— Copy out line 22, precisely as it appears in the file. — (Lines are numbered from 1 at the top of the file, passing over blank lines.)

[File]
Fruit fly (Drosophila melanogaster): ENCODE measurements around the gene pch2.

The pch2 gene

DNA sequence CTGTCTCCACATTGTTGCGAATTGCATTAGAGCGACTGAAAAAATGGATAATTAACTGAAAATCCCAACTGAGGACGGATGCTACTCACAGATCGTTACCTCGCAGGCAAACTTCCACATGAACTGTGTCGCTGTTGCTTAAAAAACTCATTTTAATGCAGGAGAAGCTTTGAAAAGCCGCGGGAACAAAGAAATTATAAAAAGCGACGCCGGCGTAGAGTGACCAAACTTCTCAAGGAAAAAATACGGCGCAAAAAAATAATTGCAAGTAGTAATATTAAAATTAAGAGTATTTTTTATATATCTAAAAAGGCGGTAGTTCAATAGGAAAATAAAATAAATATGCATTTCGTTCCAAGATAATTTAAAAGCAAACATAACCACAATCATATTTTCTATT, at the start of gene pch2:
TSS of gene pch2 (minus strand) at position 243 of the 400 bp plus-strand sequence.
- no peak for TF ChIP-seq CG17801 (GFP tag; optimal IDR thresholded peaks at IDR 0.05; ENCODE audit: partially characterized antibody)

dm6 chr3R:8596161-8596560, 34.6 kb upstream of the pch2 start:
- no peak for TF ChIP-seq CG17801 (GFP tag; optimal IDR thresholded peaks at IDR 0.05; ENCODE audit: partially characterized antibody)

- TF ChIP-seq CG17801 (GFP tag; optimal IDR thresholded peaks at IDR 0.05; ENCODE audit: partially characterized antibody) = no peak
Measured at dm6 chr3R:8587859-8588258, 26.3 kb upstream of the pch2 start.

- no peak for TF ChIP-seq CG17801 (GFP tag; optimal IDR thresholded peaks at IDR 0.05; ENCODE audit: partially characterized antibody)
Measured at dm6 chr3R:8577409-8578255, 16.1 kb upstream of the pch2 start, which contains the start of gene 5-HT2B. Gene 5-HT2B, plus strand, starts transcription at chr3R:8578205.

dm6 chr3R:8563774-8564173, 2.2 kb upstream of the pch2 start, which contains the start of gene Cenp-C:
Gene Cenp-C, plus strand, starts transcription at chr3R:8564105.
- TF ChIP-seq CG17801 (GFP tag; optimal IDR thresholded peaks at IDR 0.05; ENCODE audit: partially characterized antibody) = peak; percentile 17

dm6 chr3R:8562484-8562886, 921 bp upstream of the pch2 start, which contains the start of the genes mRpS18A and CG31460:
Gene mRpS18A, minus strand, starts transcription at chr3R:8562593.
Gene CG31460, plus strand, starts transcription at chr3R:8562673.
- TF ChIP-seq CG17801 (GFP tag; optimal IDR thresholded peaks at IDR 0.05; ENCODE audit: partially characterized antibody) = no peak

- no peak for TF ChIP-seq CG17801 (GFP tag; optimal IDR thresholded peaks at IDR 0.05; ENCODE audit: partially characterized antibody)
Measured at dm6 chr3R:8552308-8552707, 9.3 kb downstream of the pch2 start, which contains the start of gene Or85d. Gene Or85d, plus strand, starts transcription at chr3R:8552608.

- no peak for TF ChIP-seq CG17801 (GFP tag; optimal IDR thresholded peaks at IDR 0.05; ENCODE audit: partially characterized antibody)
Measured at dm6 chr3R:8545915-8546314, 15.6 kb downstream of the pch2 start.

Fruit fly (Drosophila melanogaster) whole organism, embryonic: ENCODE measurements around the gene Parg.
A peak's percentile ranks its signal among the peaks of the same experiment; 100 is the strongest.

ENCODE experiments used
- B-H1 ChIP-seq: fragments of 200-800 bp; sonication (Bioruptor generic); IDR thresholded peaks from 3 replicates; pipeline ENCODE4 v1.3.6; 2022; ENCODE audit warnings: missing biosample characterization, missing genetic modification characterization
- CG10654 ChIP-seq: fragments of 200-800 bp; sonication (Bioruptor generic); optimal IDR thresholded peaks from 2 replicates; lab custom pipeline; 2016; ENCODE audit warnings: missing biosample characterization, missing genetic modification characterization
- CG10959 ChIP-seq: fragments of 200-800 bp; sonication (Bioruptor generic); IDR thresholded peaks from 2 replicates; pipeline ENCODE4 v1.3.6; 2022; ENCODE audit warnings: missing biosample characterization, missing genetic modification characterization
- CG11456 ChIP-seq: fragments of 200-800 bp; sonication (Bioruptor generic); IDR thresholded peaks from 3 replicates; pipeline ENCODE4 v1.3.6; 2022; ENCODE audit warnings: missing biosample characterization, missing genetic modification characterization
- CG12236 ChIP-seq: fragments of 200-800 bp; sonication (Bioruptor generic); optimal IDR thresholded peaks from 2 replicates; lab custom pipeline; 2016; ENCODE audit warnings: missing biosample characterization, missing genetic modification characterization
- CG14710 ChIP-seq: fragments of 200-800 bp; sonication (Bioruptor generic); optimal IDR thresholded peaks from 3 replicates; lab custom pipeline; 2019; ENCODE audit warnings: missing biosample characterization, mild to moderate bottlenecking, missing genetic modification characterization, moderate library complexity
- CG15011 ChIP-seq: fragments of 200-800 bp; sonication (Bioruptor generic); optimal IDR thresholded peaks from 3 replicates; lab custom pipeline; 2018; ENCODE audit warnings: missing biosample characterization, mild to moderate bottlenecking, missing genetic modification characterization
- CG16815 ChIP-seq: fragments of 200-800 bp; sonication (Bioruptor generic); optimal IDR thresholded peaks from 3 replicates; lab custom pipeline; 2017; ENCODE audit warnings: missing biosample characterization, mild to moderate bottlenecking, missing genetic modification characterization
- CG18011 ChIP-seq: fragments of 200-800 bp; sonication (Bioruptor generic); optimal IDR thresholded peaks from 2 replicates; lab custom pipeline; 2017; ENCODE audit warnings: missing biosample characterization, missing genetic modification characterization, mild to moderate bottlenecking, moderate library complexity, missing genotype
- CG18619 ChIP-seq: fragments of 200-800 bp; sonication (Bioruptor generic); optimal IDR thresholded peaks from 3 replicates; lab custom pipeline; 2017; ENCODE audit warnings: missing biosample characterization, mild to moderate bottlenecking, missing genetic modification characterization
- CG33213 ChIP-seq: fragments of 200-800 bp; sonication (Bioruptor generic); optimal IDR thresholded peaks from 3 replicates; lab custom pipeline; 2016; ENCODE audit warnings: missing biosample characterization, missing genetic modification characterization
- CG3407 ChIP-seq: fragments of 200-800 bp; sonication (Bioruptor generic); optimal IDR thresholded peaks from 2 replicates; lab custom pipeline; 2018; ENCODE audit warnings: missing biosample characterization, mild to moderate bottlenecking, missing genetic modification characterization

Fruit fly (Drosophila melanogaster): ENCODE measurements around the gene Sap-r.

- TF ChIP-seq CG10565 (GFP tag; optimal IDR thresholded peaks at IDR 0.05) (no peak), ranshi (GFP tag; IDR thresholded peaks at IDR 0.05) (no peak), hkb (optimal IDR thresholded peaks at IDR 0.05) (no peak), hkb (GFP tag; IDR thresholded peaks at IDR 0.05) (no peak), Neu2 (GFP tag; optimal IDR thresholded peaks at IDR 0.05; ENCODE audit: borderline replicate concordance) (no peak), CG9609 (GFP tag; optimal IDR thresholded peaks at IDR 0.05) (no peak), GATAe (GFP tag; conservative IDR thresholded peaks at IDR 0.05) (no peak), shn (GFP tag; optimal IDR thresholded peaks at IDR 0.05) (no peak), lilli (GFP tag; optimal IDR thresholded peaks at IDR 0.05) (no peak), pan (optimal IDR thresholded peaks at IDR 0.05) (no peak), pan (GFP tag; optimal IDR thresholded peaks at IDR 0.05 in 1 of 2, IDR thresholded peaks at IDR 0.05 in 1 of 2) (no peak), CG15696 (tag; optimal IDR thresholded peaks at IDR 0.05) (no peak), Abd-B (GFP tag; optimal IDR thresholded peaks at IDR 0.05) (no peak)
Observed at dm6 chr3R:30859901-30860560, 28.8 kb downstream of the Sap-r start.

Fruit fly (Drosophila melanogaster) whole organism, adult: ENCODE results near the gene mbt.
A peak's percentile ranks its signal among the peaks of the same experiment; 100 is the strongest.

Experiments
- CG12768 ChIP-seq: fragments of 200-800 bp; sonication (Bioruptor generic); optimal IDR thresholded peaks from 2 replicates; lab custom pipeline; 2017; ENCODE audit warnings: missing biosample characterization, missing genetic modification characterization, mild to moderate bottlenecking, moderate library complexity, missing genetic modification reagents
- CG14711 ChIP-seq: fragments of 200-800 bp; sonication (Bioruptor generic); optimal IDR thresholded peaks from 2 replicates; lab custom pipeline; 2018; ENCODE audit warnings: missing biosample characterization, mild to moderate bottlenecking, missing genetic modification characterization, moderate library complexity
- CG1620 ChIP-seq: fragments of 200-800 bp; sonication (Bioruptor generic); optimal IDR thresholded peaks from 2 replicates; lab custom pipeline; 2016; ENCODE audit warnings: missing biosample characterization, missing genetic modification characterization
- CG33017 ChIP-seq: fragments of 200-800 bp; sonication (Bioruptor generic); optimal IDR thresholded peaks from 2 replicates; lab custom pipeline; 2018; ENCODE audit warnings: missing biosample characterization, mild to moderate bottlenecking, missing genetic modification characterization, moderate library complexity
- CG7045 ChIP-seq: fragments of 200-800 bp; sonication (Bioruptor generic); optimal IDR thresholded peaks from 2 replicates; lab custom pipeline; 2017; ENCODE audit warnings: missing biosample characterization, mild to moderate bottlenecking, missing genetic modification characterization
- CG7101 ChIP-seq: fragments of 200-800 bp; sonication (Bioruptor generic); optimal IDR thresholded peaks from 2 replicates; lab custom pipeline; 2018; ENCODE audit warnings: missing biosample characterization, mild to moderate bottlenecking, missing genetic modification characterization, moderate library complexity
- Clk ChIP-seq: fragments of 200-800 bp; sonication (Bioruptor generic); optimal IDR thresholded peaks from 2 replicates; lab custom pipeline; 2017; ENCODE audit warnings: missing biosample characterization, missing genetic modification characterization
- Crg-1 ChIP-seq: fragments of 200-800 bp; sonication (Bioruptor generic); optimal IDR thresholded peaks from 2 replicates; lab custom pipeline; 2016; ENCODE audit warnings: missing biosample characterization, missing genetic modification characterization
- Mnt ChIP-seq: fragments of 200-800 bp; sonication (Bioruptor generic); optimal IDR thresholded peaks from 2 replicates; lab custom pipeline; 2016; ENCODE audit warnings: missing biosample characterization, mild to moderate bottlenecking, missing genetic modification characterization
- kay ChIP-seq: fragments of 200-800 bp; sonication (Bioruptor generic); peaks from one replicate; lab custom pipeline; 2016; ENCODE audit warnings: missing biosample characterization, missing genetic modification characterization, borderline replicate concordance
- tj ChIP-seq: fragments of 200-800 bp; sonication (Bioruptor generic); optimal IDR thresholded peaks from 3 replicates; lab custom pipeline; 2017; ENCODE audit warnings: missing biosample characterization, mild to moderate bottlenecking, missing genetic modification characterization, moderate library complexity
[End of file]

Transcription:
Measured at dm6 chr3R:8545915-8546314, 15.6 kb downstream of the pch2 start.